While many music artists have found ways to make money by lending their caché-laden names to various products and companies, a pioneering few have taken the next step by launching their own product lines and even entire businesses. Take a look at these four examples--Former blink-182 guitarist Tom DeLonge; former Great White bassist Anthony Cardenas; B-52s singer Kate Piersen; and Blur drummer Dave Rowntree--of the off-stage business lives of a few on-stage stars.
Name: Tom DeLonge, 31
Gig: Former blink-182 guitarist spreads his wings into lifestyle marketing
Business: MACBETH Footwear and Optics
Location: Carlsbad, California
Date Founded: 2002
Partners: Jon Humphrey and Bill Silva
2005 Sales: $3 million
While many artists like to put their name and money behind companies that create clothing and lifestyle accessories for musicians, few of them are involved with companies that are almost entirely operated by musicians. But MACBETH Footwear and Optics is such a company.
"For decades, there've been companies that tie into lifestyle," says MACBETH founder Tom DeLonge (center in photo above), former guitarist with blink-182 and now with Angels and Airwaves. "There have been many for action sports, but the other side of the coin, especially here in California, is music. It's so much a part of who we are and who people here are. For the first time, we're trying to build a whole company based on rock and roll."
It was actually a crisis in rock and roll that got him started thinking about moving from music to a music-related business in the first place. "Music has lost 60 percent of its net sales," DeLonge observes, "so, as a musician, I had to wonder where the opportunities were. Music is no longer the product. The circumference of the world around the musician is the new product." That, says DeLonge, is where MACBETH fits in.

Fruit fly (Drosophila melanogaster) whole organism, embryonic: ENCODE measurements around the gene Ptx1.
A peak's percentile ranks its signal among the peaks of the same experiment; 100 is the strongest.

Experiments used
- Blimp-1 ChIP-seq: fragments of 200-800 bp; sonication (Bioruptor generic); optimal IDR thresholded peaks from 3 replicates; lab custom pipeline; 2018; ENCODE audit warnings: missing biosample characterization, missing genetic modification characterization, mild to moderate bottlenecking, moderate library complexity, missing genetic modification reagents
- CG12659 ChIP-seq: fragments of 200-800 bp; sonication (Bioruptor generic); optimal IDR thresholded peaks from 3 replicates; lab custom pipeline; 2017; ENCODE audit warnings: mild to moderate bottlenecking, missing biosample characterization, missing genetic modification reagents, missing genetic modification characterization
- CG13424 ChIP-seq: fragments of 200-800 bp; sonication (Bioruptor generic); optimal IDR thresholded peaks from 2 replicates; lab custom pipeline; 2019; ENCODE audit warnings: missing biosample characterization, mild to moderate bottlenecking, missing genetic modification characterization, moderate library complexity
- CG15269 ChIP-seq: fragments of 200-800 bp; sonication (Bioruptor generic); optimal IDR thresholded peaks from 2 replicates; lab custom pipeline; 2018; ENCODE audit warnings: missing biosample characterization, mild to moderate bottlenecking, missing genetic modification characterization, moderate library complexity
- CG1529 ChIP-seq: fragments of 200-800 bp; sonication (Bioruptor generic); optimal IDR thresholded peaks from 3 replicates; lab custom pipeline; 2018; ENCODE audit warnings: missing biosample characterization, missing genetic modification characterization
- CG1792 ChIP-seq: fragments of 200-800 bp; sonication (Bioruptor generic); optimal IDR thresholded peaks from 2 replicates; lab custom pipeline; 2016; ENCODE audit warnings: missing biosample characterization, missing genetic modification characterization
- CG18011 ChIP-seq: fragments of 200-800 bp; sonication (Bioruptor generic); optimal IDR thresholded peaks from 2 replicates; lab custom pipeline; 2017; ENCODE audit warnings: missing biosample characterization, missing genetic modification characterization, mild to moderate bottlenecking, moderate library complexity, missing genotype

Though MACBETH deals primarily with the manufacture and sales of footwear, it's a far larger enterprise than that. "It's about more than just shoes," says DeLonge. "We wanted to create a company where a band can come in and get everything and where the music almost becomes the marketing device instead of just the product itself."
True to his word, DeLonge and his partners, former concert promoters Jon Humphrey and Bill Silva, have installed a recording studio in the MACBETH warehouse. "We [offer] everything from clothing to music and video production in one building," he says, "so we can get it all out there."
His time on the road provides DeLonge ample opportunity to get in touch with his client base. "It gives me a chance to see what's out there and what people are doing and seeing," he says. "That helps us grow and that has helped us find our direction."
DeLonge admits that running a company is hard. "When we [started], it was a grind," he recalls. "It's still a grind. But we started with $20,000 and are now worth about $3 million. Within five years, we expect to be far above and beyond what most of these one-shot companies do with musicians who put their names on them."
Speaking of what's next, DeLonge hopes to have MACBETH become one of the world's leading footwear and apparel companies, but with a twist. "We want to make a company that can rival Adidas," he says, "but one that's not based on soccer players but on musicians who have the passion for music.